Contact for Orgateam/Cultur:

Donation Account: Förderverein The VOICE e.V. Sparkasse Göttingen, Accountnumber 127829, BLZ: 260 500 01 IBAN: DE97 2605 0001 0000 1278 29, BIC: NOLADE21GOE

20 Jahre Widerstand von Flüchtlingen in Deutschland

20 Jahre sind nicht genug!” – Vereint gegen Abschiebung und soziale Ausgrenzung

The VOICE, Our VOICE, Unsere STIMME, wird immer uns gehören und kann niemals zum Schweigen gebracht werden!

20 Jahre aktiver Widerstand durch The VOICE Refugee Forum in Deutschland ist Zeugnis dafür, dass die Selbst-Organisation von betroffenen Menschen die einzig gangbare Alternative im Kampf der Unterdrückten ist. Unser Ziel ist und bleibt die Beendigung von Existenzängsten und Unsicherheiten, die mit dem Status eines Flüchtlings in Deutschland und ganz Europa verbunden sind.

Gegründet 1994 in Thüringen/Deutschland wollen wir, The VOICE Refugee Forum Euch einladen, gemeinsam mit uns den 20sten Jahrestag unserer Selbst-Organisation von Flüchtlingen zu feiern. Diese Einladung ist ein Aufruf zur Solidarität mit politischem Aktivismus von unten in unseren Kämpfen innerhalb Deutschlands und darüber hinaus. Der Jahrestag wird ausschließlich von internen und unabhängigen Spenden finanziert werden, um die Autonomie unseres Widerstandes zu gewährleisten.

Unser Kampf gilt sozialem und institutionalisiertem Rassismus, Diskriminierung und anderweitig beklagenswerten und unmenschlichen Bedingungen, denen Flüchtlinge in Deutschland unterworfen werden. Dieser Kampf fand und findet vor dem Hintergrund von Menschenrechtsverletzungen von Flüchtlingen und MigrantInnen statt, die durch rassistische Gesetzgebungen institutionalisiert werden, welche die Brutalität von staatlichen Organen legitimieren sollen – das Netzwerk “The VOICE” hat diese Zustände in den 20 Jahren seines Bestehens in täglichem Engagement für Selbstermächtigung und aktiven Widerstand immer wieder schonungslos angeprangert.

Die Feierlichkeiten zum Jahrestag werden die langfristigste selbstorganisierte Bewegung in Europa und unsere kontinuierlichen Kämpfe reflektieren, die wir geführt haben, um die tief verwurzelte deutsche Staatskultur der Isolation zu durchbrechen sowie uns selbst und die deutsche Gesellschaft von täglicher Diskriminierung zu befreien!

Bei dieser Feier wird es genauso um “Dich” wie um “Uns” gehen, da es letztlich um unsere Solidarität, unsere Prinzipien, unsere Stärken und unsere Errungenschaften gehen wird, die wir in der Auseinandersetzung mit den Ungerechtigkeiten und der Scheinheiligkeit der politischen Eliten und deren Anhänger errungen haben, die uns unsere unverbrüchlichen Rechte auf menschliche Würde immer noch vorenthalten wollen.

Während unserer Feier werden wir die Erinnerung an unsere Beiträge zu den Flüchtlingskämpfen nachempfinden und wiederbeleben. Wir werden daran erinnern, dass die Geschichte unserer Solidarität nicht ohne die Anerkennung der Opfer der überlebenden und der zahllosen toten Flüchtlinge geschrieben werden kann, die unser Überleben in den letzten 2 Jahrzehnten inspiriert haben. Indem wir diese Anerkenntnis in unseren Herzen tragen, vervielfachen wir unsere Schlagkraft und werden so unseren gemeinsamen Erfolg gegen die globalisierten Verbrechen des Imperialismus realisieren und koloniale Ungerechtigkeit überwinden.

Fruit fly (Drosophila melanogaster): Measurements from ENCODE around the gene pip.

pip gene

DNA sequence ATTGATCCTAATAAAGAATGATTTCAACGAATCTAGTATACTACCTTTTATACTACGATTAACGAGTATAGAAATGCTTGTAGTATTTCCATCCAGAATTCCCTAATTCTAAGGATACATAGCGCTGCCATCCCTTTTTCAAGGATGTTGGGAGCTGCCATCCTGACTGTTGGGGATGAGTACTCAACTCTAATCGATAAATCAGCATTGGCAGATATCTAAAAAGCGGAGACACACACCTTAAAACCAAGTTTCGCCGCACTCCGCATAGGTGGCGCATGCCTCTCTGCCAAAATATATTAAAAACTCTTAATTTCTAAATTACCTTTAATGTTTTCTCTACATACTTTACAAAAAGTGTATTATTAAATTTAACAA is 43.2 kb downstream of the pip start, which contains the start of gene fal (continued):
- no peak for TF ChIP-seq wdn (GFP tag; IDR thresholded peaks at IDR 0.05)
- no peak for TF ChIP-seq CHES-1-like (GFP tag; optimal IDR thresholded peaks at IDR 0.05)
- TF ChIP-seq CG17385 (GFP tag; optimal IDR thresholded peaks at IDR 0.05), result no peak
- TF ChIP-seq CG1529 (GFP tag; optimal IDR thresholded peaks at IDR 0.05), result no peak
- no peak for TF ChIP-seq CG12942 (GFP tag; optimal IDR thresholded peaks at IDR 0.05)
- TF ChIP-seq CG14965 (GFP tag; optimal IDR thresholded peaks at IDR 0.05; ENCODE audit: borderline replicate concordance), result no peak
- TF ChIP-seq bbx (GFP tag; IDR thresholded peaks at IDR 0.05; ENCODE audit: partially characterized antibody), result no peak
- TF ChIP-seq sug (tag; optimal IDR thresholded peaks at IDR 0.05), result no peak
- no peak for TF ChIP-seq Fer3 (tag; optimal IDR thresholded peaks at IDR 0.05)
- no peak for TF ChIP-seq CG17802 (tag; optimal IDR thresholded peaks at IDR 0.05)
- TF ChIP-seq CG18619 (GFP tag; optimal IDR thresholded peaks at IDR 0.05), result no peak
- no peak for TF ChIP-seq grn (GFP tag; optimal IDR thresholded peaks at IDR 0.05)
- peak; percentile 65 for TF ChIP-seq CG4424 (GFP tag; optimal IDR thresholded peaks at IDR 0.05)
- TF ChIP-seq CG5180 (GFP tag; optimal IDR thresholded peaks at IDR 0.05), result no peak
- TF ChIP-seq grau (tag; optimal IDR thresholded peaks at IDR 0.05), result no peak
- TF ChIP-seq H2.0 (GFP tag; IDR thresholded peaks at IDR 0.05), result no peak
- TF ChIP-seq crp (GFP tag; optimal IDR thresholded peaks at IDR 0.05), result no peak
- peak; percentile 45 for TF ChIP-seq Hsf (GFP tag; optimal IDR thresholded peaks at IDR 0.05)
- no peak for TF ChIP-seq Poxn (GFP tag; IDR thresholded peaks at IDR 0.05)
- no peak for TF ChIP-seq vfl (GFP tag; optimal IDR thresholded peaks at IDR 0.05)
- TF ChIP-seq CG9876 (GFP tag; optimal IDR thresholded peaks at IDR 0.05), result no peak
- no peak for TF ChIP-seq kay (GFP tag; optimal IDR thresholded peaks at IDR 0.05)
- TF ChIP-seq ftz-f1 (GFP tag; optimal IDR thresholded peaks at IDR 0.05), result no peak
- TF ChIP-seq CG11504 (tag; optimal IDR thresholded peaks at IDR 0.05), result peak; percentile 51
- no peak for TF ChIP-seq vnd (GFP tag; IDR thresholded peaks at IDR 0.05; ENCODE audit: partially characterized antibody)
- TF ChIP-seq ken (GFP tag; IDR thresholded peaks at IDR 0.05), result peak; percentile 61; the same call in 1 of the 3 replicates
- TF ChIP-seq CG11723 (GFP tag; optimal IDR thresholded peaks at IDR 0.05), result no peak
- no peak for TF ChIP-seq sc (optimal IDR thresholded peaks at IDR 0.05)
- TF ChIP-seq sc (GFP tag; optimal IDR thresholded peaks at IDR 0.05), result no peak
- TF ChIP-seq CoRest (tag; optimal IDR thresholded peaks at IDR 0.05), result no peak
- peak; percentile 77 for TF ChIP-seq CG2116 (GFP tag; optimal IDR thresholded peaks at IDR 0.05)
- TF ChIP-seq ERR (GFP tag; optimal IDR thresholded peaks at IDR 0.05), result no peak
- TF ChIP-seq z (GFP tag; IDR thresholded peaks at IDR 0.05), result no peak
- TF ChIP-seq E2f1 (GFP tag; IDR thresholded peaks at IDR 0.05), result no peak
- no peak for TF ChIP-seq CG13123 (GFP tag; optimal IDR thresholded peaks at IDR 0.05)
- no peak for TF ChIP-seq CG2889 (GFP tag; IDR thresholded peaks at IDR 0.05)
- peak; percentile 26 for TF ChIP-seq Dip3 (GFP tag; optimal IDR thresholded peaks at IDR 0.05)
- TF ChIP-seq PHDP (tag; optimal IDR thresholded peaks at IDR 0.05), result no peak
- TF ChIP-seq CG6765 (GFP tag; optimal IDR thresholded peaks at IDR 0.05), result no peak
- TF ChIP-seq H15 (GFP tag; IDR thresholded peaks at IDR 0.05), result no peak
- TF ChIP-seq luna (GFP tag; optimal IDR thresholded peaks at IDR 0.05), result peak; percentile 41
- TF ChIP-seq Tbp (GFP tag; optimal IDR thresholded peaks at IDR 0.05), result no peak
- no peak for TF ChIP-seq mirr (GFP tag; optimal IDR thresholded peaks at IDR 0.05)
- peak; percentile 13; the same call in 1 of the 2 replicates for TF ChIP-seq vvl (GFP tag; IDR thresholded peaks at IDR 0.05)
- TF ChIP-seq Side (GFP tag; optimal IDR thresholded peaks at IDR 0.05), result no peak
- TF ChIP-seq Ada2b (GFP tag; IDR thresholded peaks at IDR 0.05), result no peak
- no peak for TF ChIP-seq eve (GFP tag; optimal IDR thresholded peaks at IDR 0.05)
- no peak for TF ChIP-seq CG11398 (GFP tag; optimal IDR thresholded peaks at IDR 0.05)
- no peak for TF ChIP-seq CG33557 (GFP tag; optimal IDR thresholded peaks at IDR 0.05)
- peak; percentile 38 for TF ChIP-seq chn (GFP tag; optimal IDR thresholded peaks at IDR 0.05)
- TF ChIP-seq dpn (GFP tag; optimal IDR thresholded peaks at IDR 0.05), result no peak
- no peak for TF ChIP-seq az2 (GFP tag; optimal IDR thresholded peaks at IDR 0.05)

Unsere Peiniger haben versucht, uns zu spalten und zu beherrschen, aber wir haben ihrer Strategie durch den Zusammenhalt unserer Gruppe im Geist von Gerechtigkeit und Gleichberechtigung überwunden. Ihre Versuche uns einzuschüchtern sind gescheitert und haben uns nur noch entschlossener werden lassen, für unsere Rechte einzustehen. Ihre Bemühungen uns durch ihre grausamen und unmenschlichen Machenschaften zum Schweigen zu bringen, hat unsere Stimme nur noch lauter werden lassen, als ihnen lieb sein kann – eine Stimme, die kontinuierlich andere Menschen dazu inspiriert hat, auch ihre Stimme zu erheben.

Wir sind hier, weil ihr unsere Länder zerstört” ist der Slogan der Karawane für die Rechte von Flüchtlingen und MigrantInnen, der treffend den neo-kolonialen Mechanismus beschreibt, der uns zwingt als Flüchtlinge in und außerhalb unserer Heimatländer zu leben. Die Bedeutung dieses zum Nachdenken anregenden Slogans spiegelt sich in zahllosen Beispielen und Tatsachen, durch die die westliche Ökonomie und deren politische Interessen unsere Leben und unsere Heimatländer zerstören.

Wir rufen Euch dazu auf, Eure Inspiration mit uns zu teilen. Nur gemeinsam werden wir in der Lage sein, unsere Kämpfe um die Offenlegung nationalistischer Ungerechtigkeiten sowie der Führung und Teilhabe an Kriegen und Ausplünderung als Hauptgründe für Flucht und Migration aus unseren Heimatländern fortzusetzen. Die aktuellen Kämpfe von Flüchtlingen in vielen deutschen und europäischen Städten tragen die Welle unseres langjährigen Widerstandes immer weiter durch Europa.

Anlässlich des 20. Jahrestages von “The VOICE Refugee Forum” werden wir von Mittwoch, dem 1. Oktober bis Sonntag, den 5. Oktober in Jena 5 Tage lang soziokulturelle und politische Veranstaltungen organisieren. Einmal mehr werden wir die unveräußerlichen Menschenrechte auf Bewegungs- und Niederlassungsfreiheit sowie die Bedeutung von fortgesetzter Selbstorganisation von Flüchtlingen thematisieren, indem wir unsere Kriminalisierung durch staatliche Verfolgung identifizieren und entlarven: Der Schwerpunkt hierbei wird auf die Analyse und Beschreibung von Abschiebungen als Verbrechen und die strukturelle Grausamkeit von Abschiebeknästen gelegt werden.